Some Evangelicals Are Living a Neighborly Faith click here 21 January 2018
What would it take for people of other religions to know evangelical Christians as the most hospitable members of their society? This is question that we have been asking at Neighborly Faith since its founding in 2014, while we were studying at Wheaton College Graduate School. We realized that religious diversity simply wasn’t on the radar for the average evangelical church. This worried us.
After a years of attending interfaith conferences, talking to evangelical and interfaith leaders, and closely following the evangelical world, we discovered that evangelicals lack role models of faithful interreligious engagement that they can aspire to follow. There simply are no known “interfaith” heroes in our tradition. We were concerned that the blind could be leading the blind into America’s future.
Historically, when you consider the emergence of various diversities in America–ethnic, gender, sexual, etc., evangelicals have the reputation to feel threatened and become the bully on the playground. We resolved to try to preempt this possibility by preparing our fellow evangelicals for the impending reality of religious diversity in America.
This is not to say there is no status quo for Evangelical interreligious engagement. Unfortunately, the existing options are either antiquated or controversial. Evangelicals listen to plenty of Christian apologists hellbent on proving how other religions are inferior, demonic, or making people “work their way to salvation.” We also occasionally listen to evangelical voices from the fringe who are content with subverting traditional commitments. However, the mainstream mostly ignores these because they are too divergent from our tradition.
Neither of these options offer much of substance to evangelicals who want to be good religious neighbors without giving up their beliefs.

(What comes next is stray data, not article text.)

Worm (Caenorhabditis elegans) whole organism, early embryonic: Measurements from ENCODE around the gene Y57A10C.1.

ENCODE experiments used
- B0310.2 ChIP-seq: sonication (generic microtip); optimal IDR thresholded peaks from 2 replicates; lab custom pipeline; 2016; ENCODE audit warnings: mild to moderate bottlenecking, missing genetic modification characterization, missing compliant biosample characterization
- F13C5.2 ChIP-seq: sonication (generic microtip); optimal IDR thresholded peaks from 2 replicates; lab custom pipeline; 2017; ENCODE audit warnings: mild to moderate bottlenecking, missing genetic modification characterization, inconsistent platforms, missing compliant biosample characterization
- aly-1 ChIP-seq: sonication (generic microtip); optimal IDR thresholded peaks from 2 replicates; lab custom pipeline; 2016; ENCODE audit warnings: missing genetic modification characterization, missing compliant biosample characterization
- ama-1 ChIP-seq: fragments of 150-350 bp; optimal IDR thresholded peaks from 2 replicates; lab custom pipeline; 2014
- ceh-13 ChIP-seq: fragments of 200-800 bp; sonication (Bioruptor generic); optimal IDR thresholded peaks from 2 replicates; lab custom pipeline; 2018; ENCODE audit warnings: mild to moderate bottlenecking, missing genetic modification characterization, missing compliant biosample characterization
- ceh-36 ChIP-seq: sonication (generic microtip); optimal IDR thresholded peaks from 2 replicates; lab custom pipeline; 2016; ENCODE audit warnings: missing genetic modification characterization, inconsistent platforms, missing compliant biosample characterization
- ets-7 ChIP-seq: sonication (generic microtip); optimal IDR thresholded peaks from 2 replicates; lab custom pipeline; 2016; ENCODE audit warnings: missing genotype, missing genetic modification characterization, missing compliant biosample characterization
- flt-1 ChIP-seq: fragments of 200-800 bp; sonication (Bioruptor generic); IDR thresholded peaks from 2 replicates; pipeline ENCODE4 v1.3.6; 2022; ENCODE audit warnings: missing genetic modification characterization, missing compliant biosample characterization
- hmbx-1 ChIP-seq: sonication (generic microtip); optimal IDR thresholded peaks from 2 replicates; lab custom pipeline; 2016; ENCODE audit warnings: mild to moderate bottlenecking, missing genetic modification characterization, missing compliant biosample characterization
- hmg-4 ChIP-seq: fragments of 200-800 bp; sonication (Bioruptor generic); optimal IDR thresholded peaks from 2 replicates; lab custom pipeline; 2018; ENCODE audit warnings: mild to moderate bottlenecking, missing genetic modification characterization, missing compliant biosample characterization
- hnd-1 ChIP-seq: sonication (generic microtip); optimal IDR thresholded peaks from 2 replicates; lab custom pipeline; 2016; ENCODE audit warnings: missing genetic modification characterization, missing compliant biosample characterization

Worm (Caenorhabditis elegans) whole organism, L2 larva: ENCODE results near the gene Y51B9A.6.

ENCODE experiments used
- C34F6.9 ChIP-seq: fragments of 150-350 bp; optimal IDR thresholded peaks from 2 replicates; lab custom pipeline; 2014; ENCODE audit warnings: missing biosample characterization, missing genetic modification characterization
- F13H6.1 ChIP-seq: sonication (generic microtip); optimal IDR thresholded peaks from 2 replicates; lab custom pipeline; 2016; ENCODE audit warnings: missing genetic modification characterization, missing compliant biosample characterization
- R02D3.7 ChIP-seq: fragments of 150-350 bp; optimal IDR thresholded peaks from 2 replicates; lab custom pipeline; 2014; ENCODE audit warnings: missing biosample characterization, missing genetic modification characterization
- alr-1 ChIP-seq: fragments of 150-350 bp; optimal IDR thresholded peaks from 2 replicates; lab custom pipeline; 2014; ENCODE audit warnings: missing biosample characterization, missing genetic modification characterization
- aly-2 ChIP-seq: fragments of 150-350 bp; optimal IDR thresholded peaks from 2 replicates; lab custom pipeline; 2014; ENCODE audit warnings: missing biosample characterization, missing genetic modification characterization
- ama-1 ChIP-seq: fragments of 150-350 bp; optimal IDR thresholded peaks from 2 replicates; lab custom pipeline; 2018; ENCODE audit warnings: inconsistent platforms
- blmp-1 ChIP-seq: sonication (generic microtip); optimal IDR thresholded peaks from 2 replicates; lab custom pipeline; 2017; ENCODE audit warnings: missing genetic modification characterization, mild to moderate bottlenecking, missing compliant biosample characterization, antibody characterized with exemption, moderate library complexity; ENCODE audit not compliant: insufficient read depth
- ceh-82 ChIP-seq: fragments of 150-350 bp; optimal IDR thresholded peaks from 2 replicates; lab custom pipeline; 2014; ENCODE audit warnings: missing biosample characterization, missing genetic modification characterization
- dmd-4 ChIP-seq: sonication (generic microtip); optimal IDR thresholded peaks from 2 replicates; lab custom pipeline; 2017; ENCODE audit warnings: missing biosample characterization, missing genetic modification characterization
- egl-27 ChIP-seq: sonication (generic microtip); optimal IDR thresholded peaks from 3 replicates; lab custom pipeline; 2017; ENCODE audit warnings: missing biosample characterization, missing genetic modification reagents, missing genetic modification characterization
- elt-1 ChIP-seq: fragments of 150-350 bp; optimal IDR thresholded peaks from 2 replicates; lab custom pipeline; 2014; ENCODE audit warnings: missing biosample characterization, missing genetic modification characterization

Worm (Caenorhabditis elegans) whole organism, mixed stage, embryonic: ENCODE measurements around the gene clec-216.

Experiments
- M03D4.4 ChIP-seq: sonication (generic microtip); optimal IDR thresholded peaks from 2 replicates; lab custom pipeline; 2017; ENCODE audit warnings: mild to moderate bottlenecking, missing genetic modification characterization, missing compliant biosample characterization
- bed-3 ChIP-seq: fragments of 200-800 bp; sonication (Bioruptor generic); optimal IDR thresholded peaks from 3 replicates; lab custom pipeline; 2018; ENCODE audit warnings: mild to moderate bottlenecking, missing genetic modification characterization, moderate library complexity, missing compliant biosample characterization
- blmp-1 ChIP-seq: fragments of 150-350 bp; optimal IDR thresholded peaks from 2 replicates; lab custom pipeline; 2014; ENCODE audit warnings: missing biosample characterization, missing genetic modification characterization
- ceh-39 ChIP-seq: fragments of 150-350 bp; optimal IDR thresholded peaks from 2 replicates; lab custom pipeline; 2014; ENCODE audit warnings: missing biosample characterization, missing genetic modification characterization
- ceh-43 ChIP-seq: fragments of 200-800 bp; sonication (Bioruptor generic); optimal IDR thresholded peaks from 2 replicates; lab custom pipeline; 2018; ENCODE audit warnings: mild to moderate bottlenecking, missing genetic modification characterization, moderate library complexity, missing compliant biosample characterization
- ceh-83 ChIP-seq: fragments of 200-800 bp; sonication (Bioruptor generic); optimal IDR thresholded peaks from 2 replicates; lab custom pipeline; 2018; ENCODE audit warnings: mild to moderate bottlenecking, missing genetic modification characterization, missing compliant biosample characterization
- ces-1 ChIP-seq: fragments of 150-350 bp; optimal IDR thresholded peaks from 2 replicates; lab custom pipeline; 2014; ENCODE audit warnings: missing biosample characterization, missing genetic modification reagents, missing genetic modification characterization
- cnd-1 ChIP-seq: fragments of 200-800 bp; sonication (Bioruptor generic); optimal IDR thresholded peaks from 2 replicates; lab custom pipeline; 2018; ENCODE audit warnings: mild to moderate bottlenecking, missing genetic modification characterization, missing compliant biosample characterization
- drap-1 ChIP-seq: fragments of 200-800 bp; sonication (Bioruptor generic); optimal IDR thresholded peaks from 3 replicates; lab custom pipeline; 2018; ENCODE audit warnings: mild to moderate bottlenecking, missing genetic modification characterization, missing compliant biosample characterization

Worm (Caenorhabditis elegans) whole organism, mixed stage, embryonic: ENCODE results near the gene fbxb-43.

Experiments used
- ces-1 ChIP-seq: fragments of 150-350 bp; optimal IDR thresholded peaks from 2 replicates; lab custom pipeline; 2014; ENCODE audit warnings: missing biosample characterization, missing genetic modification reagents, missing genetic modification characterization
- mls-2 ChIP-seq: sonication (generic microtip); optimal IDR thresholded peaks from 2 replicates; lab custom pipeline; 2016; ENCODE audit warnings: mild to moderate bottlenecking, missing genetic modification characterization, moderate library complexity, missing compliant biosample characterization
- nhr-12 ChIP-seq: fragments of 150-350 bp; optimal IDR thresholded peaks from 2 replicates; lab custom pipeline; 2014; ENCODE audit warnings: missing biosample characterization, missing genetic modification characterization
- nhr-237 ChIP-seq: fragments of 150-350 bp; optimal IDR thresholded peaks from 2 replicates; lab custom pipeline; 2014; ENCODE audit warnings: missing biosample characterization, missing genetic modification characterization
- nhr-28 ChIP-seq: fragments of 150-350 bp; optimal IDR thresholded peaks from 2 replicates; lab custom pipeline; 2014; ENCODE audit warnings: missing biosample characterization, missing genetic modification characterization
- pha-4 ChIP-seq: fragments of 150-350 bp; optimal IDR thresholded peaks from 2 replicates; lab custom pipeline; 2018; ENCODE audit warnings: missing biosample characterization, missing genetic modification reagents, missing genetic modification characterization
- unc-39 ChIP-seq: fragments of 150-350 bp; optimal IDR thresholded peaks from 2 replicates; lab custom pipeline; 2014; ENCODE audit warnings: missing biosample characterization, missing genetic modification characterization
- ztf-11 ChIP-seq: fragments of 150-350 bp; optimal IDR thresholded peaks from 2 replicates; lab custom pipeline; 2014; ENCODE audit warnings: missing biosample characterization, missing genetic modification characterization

At Neighborly Faith, we are asking Evangelical leaders what they are doing to act like Jesus in situations of religious diversity. What we have discovered has surprised us. On our Podcast, we interviewed six Evangelical leaders in higher education who are actively engaging with religious diversity.
We asked them basic questions like: “How did you get involved in this work?” and “Why do you engage other religions?” We also asked them tough questions like: “What about evangelism?” and “Why should other Evangelicals get engaged in what you are doing?” We were amazed to discover Evangelicals living a Neighborly Faith in a variety of ways.
Matthew Kaemingk, who is the associate dean of Fuller Seminary Texas, questions how evangelical hospitality can contribute to our thinking toward religious freedom for Muslims. He told us that in his recent book on the topic, he asks: “What would it look like for us to argue for the religious freedom of another religion; to speak on behalf of a faith that we do not particularly agree with? … What resources in the Christian faith might I draw upon?”
Another guest, Victoria Greenwald, who is a senior at Wheaton College and former editor of the Wheaton Record shared with us that interfaith dialogues helped her to better live out her faith. She said: “Purposely entering into dialogues that make you uncomfortable…with people who think differently than us is of the utmost importance just to learn how to love other people better…That is pretty much our number one call as evangelicals, to love with a radical love.”
Gina Zurlo, the Assistant Director of Gordon-Conwell Seminary Centre for the Study of Global Christianity, challenged Evangelicals’ singular focus on conversion when engaging other religions: “If your motive in being friends with people of other religions is just conversion, that’s not authentic friendship; that is what I think “love your neighbor” is about, is authentic friendship.”
Christy Craft, Associate Professor of Student Affairs and College Student Development at Kansas State University told us that in her engagement with other faiths, she works to be a good listener, even if she disagrees: “I want to honestly and whole-heartedly listen to other people as they share about their beliefs and experiences. I’ve found that that’s lacking — we just don’t take the time to honestly and whole-heartedly listen — to hear what they believe and why they believe.”
This is just a snapshot of the many ways Evangelical leaders shared with us how they were trailblazing a Neighborly Faith. Our vision is that by featuring the inspiring stories of these trailblazers we can inspire other evangelicals to follow in their footsteps. We believe that the future may be bright, as more and more Christians learn how to be good neighbors as religious diversity grows.
If you are inspired by Neighborly Faith’s question: “What would it take for people of other religions to know evangelical Christians as the most hospitable members of their society?” check out our Podcast or website online.